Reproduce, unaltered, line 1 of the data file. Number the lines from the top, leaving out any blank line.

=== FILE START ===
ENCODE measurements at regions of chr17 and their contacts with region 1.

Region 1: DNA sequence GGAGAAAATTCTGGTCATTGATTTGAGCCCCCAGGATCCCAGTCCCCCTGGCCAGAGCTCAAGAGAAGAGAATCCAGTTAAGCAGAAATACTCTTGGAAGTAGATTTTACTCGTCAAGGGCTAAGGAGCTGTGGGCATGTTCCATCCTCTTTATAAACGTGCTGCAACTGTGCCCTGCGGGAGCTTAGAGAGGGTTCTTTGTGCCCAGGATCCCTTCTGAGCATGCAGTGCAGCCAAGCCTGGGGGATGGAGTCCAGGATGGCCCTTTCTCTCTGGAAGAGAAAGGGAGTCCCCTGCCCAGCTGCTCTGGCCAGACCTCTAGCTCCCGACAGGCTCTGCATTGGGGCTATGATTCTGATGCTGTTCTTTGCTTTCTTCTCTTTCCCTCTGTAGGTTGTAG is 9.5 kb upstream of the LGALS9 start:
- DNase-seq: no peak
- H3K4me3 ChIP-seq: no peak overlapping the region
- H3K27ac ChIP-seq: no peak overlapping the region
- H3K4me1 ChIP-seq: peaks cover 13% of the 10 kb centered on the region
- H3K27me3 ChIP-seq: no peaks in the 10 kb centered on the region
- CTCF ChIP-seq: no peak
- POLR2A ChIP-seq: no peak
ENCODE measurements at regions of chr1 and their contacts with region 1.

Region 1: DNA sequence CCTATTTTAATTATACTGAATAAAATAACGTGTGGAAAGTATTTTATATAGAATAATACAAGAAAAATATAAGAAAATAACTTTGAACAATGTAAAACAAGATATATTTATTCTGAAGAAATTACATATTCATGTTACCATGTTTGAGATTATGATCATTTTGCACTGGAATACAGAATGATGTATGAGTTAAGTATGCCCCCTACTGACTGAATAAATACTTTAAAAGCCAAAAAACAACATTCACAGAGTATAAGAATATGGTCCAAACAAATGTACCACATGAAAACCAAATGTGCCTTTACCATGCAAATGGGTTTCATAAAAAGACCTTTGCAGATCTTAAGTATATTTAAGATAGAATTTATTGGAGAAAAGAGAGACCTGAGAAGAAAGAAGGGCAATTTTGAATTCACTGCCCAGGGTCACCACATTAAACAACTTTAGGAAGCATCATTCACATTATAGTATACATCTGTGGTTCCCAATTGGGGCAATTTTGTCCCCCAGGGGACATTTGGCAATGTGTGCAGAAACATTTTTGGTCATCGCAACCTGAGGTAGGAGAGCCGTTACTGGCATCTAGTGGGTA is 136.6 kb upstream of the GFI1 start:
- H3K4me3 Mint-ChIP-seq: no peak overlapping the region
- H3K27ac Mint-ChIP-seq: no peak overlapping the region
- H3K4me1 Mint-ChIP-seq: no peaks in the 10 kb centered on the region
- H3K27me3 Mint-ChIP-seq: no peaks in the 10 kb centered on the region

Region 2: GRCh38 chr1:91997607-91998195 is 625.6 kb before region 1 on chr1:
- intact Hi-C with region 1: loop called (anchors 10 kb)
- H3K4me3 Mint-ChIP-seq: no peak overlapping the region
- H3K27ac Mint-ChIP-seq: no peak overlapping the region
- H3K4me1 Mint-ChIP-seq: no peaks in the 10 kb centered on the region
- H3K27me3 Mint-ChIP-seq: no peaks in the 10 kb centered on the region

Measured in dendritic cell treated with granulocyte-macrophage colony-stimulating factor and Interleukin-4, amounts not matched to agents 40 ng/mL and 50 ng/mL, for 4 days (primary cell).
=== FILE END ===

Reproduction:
ENCODE measurements at regions of chr17 and their contacts with region 1.